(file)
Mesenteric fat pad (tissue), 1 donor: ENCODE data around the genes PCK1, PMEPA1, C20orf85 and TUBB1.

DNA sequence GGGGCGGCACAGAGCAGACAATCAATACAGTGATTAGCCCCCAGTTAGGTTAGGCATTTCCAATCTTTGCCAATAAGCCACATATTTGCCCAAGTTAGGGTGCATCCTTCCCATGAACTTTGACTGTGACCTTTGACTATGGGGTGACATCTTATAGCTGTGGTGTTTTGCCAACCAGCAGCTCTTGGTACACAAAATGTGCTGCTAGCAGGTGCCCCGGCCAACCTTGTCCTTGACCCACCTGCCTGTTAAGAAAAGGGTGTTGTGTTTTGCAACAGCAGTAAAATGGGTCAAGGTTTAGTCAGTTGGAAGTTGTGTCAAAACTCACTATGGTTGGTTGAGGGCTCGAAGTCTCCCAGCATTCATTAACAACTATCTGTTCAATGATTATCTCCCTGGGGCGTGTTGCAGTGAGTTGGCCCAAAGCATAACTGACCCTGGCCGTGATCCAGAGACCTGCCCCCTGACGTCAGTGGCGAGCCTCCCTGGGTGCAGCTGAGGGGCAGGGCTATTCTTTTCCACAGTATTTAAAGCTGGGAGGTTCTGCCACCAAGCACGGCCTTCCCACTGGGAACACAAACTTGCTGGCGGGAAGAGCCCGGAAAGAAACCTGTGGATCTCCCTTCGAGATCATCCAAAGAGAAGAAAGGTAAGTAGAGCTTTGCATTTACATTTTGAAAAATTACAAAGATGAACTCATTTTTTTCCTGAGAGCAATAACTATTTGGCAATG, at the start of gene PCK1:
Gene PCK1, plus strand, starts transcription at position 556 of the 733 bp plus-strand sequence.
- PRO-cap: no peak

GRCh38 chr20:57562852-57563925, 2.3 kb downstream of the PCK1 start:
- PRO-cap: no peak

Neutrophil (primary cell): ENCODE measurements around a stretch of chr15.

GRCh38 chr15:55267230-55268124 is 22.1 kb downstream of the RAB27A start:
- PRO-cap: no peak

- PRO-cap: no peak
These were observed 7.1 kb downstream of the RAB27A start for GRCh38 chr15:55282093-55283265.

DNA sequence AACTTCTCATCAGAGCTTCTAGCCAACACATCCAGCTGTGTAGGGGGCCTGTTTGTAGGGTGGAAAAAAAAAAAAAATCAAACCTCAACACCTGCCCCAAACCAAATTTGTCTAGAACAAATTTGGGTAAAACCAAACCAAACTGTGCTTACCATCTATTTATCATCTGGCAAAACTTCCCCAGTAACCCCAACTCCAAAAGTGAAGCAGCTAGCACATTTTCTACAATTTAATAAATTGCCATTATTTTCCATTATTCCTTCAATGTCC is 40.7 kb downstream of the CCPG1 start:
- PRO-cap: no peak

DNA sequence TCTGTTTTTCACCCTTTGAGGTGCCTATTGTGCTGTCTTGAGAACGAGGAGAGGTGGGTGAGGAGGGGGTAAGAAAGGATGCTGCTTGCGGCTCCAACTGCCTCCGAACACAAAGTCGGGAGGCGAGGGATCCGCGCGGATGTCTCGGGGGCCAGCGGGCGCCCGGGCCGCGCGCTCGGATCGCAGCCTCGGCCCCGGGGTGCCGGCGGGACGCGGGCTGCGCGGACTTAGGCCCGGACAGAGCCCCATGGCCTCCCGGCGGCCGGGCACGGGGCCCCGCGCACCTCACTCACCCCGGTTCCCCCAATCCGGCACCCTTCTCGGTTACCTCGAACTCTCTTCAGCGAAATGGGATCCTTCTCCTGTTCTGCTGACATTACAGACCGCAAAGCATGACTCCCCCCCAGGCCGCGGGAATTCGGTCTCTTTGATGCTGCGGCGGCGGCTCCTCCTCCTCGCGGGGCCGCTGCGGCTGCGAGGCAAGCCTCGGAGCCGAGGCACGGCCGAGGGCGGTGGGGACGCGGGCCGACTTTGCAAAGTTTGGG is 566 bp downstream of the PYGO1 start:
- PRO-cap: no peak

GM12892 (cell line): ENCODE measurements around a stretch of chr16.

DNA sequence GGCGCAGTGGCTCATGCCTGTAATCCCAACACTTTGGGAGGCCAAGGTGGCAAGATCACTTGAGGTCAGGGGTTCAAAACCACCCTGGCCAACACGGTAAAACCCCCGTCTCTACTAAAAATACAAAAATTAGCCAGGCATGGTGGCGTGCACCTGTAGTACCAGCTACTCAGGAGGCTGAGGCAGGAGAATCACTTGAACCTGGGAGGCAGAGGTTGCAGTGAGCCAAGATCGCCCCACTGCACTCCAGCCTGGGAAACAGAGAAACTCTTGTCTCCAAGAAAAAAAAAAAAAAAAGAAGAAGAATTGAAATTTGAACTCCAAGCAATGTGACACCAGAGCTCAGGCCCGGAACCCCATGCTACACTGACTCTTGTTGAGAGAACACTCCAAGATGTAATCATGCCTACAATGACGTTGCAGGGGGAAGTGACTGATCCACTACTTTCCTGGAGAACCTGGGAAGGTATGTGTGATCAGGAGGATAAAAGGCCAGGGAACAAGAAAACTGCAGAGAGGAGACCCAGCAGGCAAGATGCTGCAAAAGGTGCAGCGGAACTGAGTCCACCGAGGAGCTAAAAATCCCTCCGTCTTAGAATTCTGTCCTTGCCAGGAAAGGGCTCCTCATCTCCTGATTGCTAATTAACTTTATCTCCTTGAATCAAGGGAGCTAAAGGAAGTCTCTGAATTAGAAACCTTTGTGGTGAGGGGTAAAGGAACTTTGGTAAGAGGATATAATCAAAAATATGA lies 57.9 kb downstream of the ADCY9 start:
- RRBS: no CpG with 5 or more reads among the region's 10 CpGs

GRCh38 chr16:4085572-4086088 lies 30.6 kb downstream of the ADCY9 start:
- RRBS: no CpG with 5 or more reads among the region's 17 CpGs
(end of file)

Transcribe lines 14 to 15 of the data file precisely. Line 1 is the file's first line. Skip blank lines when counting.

DNA sequence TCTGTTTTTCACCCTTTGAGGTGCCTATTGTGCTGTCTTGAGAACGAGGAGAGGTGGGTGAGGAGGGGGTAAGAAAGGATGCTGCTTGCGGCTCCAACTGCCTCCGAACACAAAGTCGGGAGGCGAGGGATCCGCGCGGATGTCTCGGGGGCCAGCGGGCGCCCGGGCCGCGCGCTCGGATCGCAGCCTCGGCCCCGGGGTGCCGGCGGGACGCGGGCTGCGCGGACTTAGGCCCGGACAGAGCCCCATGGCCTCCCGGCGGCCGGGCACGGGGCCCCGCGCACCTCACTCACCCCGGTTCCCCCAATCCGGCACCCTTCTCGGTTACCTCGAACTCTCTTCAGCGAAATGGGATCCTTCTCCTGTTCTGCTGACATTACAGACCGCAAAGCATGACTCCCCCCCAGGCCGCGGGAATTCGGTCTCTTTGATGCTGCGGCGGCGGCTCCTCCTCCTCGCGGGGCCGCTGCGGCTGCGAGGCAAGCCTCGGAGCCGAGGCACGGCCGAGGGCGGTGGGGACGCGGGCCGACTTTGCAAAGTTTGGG is 566 bp downstream of the PYGO1 start:
- PRO-cap: no peak